There are currently around 4.1 million malware-infected websites in the world.
That’s the conclusion of a new report from certificate lifecycle management (CLM) provider Sectigo, based on an analysis of more than 14 million websites conducted by its website protection and monitoring arm, Site Lock.
Worse still, almost all of these infected websites (93%) are not blacklisted and therefore appear in public search engine listings. The most prevalent malware variants are Filehacker, found on more than a third of infected websites, and Backdoor (31%).
Infecting several million websites is an impressive feat. So how do threat actors go about it?
Sectigo believes that the majority automate their attacks; bots in 2021 accounted for 5.5 times more traffic than humans, or more than 2,300 average weekly bot visits per site. At the same time, the volume of human traffic has decreased.
While not all bot traffic is malicious, the part that is causes a lot of headaches.
“Malicious bots can programmatically visit websites and identify vulnerabilities in code to execute their attacks, such as data theft or malware insertion,” said Jason Soroko, CTO of PKI at Sectigo.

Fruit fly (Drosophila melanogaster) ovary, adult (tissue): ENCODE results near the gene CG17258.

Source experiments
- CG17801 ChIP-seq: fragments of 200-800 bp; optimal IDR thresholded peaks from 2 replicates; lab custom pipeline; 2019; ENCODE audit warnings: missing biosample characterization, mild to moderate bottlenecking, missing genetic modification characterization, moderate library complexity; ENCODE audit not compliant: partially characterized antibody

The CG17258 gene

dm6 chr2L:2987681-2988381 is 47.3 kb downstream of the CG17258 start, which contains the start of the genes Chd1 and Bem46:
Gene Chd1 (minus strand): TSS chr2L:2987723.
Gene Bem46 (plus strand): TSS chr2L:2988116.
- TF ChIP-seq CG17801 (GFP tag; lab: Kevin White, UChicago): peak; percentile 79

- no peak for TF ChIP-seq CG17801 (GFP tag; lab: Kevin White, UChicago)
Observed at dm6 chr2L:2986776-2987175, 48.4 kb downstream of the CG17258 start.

“The public internet is a very dangerous place and is getting worse and worse. Don’t commit the outsider fallacy, SMB websites have enormous value to bad actors because they have customer data and can be used for phishing attacks. It’s not just fraud, either. If websites manage payments, they are also obvious targets. The content management system platforms on which SMBs rely on may not protect against these threats.In fact, they are inherently difficult to secure.
In total, endpoints are attacked 172 times per day, which means they receive eight attacks per minute. Nearly half (48%) of small business website owners believe they are too small to target. At the same time, more than half of them have already been raped.
Given the wide range of threats, businesses need a comprehensive security solution, Sectigo concluded.